WASHINGTON — Russia asked China to give it military equipment and support for the war in Ukraine after Russian President Vladimir Putin began a full-scale invasion last month, according to U.S. officials.
Russia has also asked China for additional economic assistance, to help counteract the battering its economy has taken from broad sanctions imposed by the United States and European and Asian nations, according to an official.
U.S. officials, determined to keep secret their means of collecting the intelligence on Russia’s requests, declined to describe further the kind of military weapons or aid that Moscow is seeking. The officials also declined to discuss any reaction by China to the requests.
Chinese President Xi Jinping has strengthened a partnership with Putin and has stood by him as Russia has stepped up its military campaign, destroying cities in Ukraine and killing hundreds or thousands of civilians. U.S. officials are watching China closely to see whether it will act on any requests of aid from Russia. Jake Sullivan, White House national security adviser, is scheduled to meet Monday in Rome with Yang Jiechi, a member of the Chinese Communist Party’s elite Politburo and director of the party’s Central Foreign Affairs Commission.
Sullivan intends to warn Yang about any future Chinese efforts to bolster Russia in its war or undercut Ukraine, the United States and their partners.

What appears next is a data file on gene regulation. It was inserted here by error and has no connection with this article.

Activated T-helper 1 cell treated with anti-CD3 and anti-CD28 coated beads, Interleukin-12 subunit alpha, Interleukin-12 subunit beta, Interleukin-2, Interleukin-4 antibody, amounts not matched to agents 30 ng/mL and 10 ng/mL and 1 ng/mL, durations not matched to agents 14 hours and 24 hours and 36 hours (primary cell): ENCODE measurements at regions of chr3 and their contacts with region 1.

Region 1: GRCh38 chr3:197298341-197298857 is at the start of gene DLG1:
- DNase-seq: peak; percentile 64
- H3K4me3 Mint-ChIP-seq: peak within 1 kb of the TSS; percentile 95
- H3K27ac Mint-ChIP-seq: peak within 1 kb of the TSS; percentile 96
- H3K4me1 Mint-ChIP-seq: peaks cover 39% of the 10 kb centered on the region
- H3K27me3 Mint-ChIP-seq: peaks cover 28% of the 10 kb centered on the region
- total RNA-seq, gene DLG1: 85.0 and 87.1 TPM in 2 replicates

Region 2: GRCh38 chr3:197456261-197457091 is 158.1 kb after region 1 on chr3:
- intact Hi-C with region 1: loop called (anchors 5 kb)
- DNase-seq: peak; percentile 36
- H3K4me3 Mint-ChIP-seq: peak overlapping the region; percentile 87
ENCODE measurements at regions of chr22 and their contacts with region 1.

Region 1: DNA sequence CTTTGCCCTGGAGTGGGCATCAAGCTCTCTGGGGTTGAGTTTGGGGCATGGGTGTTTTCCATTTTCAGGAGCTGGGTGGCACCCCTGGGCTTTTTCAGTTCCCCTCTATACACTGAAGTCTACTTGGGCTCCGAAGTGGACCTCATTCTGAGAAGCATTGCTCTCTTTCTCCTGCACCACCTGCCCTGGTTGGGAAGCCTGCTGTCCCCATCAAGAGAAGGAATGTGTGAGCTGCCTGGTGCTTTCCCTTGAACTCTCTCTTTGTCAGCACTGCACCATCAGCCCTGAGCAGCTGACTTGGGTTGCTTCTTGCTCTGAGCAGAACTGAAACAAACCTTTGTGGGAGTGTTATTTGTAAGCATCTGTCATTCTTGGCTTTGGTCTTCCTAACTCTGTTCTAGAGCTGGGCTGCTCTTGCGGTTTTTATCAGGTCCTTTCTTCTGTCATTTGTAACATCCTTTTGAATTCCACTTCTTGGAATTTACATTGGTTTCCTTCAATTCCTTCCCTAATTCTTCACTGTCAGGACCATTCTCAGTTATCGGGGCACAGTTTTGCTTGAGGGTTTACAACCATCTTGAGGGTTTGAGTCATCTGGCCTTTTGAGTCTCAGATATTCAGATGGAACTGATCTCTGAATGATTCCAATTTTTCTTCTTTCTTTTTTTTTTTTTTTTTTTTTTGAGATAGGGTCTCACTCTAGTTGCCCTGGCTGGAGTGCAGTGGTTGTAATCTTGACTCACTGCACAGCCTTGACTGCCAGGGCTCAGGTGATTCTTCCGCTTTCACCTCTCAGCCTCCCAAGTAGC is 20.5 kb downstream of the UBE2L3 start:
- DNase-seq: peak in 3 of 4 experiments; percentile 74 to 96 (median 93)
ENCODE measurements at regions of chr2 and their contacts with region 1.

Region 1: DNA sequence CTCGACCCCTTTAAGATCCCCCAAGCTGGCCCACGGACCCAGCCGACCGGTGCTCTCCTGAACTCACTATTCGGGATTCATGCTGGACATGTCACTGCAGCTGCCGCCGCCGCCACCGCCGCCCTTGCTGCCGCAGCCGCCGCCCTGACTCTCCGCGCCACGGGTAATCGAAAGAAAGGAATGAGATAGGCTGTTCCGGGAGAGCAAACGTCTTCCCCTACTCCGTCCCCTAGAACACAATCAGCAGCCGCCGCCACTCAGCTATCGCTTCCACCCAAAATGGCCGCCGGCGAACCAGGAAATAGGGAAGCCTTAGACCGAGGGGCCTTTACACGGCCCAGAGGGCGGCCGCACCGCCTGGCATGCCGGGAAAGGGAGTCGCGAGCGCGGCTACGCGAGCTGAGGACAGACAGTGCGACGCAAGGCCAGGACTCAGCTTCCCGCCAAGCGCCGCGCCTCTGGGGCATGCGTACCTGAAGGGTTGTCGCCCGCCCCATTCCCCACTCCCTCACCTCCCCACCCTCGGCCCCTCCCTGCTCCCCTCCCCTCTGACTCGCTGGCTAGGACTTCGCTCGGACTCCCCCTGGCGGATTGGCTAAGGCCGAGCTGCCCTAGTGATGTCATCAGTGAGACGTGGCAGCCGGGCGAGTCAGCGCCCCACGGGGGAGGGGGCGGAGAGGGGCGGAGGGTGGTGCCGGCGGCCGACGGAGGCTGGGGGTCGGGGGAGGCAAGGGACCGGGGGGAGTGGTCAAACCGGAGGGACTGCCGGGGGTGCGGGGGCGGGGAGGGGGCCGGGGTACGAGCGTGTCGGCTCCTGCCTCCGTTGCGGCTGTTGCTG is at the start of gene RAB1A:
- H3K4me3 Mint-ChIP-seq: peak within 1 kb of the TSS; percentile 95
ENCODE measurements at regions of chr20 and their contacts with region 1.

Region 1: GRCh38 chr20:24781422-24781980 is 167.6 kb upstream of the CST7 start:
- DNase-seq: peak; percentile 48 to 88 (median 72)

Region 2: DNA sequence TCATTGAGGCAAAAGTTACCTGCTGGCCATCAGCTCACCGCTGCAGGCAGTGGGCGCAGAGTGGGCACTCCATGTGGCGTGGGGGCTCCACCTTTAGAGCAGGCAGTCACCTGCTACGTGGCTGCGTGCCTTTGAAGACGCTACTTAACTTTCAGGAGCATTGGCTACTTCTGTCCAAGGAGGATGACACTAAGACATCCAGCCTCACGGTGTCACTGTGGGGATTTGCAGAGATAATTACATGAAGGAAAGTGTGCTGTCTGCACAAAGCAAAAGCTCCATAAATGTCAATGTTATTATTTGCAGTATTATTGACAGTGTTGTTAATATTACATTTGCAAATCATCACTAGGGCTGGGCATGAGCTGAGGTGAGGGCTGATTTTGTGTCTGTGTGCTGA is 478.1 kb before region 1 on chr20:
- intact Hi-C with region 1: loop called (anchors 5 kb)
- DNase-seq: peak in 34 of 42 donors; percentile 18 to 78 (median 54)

“We are communicating directly, privately to Beijing, that there will absolutely be consequences for large-scale sanctions evasion efforts or support to Russia to backfill them,” Sullivan said on CNN Sunday.
Sullivan did not make any explicit mention of potential military support from China, but other U.S. officials spoke about the request from Russia on the condition of anonymity because of the sensitivity of diplomatic and intelligence matters.
Liu Pengyu, a spokesperson for the Chinese Embassy in Washington, said he had never heard of the request from Russia. “The current situation in Ukraine is indeed disconcerting,” he said, adding that Beijing wants to see a peaceful settlement. “The high priority now is to prevent the tense situation from escalating or even getting out of control.”
The Biden administration is seeking to lay out for China the consequences of its alignment with Russia and penalties it will incur if it continues or increases its support. Some U.S. officials argue it might be possible to dissuade Beijing from ramping up its assistance to Moscow.
This article originally appeared in The New York Times.